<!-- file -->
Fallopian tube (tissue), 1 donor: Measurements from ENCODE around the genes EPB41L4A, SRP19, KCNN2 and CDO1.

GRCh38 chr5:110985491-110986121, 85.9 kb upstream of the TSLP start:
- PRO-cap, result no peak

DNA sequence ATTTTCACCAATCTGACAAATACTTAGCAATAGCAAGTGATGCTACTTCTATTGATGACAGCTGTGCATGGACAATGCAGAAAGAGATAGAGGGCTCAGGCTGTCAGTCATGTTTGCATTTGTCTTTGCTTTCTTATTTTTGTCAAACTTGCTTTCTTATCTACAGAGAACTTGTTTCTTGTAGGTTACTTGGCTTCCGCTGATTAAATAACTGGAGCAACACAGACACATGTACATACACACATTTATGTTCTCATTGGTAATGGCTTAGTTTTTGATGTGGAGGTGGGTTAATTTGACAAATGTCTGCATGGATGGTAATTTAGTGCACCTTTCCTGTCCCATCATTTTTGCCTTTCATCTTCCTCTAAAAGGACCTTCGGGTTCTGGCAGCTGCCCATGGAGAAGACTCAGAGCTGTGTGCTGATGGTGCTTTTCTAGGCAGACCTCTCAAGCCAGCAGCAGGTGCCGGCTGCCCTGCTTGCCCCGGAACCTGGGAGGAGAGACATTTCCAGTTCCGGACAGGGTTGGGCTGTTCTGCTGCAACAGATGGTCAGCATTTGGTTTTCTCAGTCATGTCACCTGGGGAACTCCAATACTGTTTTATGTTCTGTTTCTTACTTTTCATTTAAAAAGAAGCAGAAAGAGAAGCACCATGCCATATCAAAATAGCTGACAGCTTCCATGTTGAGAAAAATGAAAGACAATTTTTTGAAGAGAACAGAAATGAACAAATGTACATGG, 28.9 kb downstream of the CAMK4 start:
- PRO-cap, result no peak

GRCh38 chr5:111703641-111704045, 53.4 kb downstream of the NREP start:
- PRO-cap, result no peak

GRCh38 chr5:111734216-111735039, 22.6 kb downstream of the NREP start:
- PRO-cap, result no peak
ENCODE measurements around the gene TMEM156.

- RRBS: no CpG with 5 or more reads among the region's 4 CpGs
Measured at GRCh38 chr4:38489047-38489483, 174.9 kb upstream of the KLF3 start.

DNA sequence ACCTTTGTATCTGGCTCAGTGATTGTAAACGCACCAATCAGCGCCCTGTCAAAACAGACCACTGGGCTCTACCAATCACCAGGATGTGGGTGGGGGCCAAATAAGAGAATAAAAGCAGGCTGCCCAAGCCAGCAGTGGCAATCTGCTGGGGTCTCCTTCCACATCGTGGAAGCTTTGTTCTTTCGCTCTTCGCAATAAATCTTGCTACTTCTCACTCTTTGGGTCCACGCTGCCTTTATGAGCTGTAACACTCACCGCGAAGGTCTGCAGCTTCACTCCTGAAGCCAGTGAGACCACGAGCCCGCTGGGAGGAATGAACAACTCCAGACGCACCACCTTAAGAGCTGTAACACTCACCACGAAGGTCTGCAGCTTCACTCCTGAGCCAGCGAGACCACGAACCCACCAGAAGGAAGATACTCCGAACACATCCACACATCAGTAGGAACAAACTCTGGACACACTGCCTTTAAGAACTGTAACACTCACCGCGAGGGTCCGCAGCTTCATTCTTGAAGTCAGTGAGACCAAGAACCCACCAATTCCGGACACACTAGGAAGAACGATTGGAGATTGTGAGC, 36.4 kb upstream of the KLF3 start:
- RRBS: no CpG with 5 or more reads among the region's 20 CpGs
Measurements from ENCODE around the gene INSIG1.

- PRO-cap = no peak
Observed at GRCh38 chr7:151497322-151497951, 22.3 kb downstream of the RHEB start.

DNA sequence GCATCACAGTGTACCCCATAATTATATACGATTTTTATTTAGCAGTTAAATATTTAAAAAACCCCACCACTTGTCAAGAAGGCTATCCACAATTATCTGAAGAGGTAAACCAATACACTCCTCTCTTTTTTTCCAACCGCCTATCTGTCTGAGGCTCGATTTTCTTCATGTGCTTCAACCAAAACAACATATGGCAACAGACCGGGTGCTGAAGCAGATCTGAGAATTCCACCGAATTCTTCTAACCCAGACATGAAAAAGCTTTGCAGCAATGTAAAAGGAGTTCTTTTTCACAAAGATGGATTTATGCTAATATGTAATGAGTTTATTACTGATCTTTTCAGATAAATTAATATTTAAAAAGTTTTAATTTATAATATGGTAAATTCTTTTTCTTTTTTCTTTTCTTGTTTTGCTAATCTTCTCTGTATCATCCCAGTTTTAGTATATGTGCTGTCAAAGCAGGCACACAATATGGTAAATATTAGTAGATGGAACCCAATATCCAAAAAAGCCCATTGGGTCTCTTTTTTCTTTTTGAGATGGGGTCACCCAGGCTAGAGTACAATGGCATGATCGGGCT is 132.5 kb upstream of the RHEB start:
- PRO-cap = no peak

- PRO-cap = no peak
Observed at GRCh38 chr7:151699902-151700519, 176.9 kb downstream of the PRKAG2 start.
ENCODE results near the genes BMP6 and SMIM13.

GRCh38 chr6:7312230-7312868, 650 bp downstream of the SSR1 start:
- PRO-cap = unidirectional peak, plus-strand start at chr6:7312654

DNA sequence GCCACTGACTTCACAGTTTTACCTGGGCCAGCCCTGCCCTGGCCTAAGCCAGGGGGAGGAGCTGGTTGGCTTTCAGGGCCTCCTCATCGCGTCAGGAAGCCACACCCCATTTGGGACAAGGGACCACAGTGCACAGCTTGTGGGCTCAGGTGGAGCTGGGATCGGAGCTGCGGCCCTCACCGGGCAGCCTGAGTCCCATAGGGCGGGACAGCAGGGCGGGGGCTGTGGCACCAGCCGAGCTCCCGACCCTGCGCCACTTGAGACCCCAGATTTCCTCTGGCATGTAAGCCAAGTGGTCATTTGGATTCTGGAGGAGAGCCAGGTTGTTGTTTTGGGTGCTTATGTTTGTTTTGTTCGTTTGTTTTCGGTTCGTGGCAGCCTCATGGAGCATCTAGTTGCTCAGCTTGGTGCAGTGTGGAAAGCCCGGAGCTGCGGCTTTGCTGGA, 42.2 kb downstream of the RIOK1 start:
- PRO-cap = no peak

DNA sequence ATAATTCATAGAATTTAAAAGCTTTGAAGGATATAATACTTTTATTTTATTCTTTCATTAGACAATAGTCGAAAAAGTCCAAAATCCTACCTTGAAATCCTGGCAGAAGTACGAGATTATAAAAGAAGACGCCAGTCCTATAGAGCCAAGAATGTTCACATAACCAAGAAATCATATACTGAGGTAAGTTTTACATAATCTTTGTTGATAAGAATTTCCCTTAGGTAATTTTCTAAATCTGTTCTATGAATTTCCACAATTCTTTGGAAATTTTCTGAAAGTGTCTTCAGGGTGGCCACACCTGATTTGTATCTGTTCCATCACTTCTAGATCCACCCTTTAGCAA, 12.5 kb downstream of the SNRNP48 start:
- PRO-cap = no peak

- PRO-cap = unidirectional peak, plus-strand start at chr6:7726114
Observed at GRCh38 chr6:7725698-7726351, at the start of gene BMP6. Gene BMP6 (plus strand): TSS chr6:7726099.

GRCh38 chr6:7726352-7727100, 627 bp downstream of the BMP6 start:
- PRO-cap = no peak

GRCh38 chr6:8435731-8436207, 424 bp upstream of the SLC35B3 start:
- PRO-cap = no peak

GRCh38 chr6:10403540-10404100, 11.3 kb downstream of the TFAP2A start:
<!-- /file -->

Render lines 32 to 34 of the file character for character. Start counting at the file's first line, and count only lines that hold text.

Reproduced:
- PRO-cap = no peak

GRCh38 chr6:8435731-8436207, 424 bp upstream of the SLC35B3 start:
- PRO-cap = no peak